A generation of parents are revealing some advantages of the condition, even when their children don’t share the diagnosis.

Hurley was diagnosed with Asperger’s syndrome at age 23, when her son was about 14 months old. Alex received his own autism diagnosis about a year later.

Hurley is not so far out of the ordinary as one might assume: A surprising number of people diagnosed with autism are raising children. Autism can pose challenges for parenting, their stories indicate. In addition to dealing with sensory overload, helping a child learn social skills can be difficult for people who struggle with social interactions themselves, for example. But autism can also provide valuable parenting skills, especially with a child who is also on the spectrum.

The lack of research so far not only offers these parents little support but also leaves society unprepared for the larger wave of people diagnosed with autism who are just coming of age and may be considering having children. Without enough information or support available to them, these young people may conclude that becoming a parent is just not an option for them.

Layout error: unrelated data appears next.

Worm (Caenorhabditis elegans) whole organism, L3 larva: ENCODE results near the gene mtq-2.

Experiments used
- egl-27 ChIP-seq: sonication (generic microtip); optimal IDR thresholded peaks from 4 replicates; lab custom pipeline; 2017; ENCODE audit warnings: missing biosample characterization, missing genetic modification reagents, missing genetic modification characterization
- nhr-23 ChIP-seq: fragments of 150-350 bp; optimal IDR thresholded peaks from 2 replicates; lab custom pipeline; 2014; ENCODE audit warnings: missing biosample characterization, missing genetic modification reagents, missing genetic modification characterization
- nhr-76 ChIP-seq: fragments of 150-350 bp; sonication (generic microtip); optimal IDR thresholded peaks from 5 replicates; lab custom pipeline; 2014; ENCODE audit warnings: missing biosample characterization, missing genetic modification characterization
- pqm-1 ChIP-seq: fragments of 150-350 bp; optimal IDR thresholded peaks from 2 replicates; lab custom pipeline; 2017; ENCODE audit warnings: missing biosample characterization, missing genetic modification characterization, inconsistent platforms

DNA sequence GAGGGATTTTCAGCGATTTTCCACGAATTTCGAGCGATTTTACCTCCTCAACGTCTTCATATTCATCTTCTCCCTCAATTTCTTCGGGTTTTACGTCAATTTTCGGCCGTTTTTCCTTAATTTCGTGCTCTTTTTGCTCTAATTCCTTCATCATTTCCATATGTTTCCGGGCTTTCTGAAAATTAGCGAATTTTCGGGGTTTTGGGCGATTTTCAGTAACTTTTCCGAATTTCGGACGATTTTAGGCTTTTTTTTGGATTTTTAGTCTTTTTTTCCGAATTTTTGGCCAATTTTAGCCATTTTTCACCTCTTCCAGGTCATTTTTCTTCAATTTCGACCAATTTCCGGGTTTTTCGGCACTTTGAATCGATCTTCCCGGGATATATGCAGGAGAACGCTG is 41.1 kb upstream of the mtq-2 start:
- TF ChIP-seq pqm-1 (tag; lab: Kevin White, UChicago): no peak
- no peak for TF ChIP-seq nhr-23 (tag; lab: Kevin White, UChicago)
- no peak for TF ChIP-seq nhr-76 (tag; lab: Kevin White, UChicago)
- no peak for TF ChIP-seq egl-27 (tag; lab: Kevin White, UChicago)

Parents with autism may face practical challenges borne of their condition. For example, many people with the condition struggle with executive function, the set of complex mental processes that allow people to plan and carry out daily activities. They also have a tendency to become deeply immersed in what they are doing—to the detriment of other priorities. Hurley says in her case, this has made it difficult to meet the logistical demands of raising her children, such as getting them to school on time and keeping them clean and fed.

Read the source article at The Atlantic